Not all multisite churches are the same. Some have local teaching pastors while others use modern technology to beam their lead pastor’s live feed onto a screen on stage for people to watch. However, in all cases of the multisite model, we must admit a certain level of personality propels the ship onward. It may be the name of a pastor or it could be the name of a certain church. At times certain churches make the decision to go multisite based on the giftedness of their pastor. Other churches have made similar decisions based on a marketing technique similar to image branding. However, at some level both of these serve as a personality / ego driven decision.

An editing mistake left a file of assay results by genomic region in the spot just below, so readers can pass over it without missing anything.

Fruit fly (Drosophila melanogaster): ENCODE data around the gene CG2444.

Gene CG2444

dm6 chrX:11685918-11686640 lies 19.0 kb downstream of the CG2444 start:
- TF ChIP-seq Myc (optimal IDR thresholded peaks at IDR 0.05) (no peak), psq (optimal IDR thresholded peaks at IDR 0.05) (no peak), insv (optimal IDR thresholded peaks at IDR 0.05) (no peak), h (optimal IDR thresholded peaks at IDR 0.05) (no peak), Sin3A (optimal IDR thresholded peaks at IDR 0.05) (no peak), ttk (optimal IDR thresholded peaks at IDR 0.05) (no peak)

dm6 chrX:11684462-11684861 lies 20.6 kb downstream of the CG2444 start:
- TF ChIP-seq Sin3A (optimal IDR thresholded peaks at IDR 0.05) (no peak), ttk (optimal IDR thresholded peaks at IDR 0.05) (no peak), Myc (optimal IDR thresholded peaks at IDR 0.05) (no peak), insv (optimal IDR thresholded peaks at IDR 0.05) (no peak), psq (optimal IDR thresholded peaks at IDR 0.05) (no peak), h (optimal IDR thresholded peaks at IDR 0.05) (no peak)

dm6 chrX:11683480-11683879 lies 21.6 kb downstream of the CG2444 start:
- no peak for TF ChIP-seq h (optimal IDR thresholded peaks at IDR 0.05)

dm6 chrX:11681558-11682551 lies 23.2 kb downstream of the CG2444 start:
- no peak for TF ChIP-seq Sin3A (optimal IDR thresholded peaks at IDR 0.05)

What does the multisite church model communicate to the community? Does it communicate that our pastor is better than yours – so we’re opening another campus? Does it send the message that our church is somehow better than yours so we’re opening another site? The deeper issue may be from within the church itself. What message is communicated to the entire church? Does the main preaching pastor communicate the message that God isn’t capable of raising up other pastors 15 or 20 miles away to do what I do? What is the big deal about multisite church? Why go that direction? Why not just plant an autonomous church in that area and cut it off? Could it have anything to do with church growth numbers and statistics? Certainly it does help boost your church up the ranks in size and growth. Remember, at one point Mark Driscoll boasted of 14,000 members of Mars Hill. Upon a closer investigation, it was 14,000 spread out over 15 campuses in 5 different states. That makes a big difference for the end of the year report.